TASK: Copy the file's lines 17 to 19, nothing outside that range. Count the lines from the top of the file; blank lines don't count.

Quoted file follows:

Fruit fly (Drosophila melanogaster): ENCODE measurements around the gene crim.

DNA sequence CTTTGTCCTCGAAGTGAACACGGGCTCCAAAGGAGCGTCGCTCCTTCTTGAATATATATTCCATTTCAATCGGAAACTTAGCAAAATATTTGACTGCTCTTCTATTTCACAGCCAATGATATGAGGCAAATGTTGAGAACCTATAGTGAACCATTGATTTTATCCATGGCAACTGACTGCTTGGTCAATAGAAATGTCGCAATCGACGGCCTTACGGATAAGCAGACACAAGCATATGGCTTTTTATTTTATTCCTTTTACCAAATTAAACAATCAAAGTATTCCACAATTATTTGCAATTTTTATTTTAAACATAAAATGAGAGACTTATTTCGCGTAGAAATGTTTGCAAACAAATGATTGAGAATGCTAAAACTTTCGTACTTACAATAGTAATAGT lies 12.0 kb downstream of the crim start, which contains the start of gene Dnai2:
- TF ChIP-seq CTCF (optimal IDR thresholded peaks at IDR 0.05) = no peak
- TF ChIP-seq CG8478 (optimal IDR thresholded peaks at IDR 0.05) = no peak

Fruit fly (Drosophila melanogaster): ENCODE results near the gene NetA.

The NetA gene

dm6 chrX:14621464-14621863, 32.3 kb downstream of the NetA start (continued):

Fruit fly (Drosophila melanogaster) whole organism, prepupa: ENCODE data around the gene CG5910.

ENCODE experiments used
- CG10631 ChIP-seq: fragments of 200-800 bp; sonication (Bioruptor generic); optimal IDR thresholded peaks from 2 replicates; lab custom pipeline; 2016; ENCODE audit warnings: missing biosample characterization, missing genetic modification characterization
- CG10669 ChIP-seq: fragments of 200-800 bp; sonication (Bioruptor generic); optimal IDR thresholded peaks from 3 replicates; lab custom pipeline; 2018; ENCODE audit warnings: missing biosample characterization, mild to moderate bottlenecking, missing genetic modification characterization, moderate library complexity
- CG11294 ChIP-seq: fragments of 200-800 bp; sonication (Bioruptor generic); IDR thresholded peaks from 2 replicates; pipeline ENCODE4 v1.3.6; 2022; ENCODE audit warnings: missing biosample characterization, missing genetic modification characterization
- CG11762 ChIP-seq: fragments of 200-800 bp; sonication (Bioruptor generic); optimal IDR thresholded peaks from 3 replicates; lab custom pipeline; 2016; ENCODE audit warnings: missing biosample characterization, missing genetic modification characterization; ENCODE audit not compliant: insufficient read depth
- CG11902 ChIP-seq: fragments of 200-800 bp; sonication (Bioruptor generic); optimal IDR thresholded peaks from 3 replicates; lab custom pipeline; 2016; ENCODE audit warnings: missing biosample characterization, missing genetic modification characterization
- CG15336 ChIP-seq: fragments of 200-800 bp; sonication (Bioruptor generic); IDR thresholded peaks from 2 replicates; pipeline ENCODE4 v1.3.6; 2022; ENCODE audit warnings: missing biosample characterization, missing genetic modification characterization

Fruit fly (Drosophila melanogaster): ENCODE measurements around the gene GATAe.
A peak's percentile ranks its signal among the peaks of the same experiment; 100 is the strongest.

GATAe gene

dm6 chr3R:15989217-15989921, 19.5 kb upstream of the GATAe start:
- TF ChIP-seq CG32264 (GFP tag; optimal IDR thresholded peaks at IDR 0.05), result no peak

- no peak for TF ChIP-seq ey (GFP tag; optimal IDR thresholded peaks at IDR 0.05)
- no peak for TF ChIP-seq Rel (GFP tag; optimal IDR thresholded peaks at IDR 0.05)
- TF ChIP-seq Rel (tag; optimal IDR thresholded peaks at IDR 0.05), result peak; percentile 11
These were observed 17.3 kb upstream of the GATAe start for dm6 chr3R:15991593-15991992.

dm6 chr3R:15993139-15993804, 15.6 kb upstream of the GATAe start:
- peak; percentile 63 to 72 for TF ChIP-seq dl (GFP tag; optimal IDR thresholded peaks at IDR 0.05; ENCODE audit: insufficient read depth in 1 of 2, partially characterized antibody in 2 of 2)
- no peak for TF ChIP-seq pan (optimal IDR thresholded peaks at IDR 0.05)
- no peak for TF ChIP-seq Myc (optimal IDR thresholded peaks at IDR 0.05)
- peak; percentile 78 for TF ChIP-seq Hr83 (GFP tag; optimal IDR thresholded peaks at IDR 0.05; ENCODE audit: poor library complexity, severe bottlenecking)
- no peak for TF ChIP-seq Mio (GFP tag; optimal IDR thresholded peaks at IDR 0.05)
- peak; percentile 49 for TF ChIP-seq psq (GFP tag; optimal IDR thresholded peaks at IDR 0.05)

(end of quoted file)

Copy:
A peak's percentile ranks its signal among the peaks of the same experiment; 100 is the strongest.

GATAe gene

dm6 chr3R:15989217-15989921, 19.5 kb upstream of the GATAe start: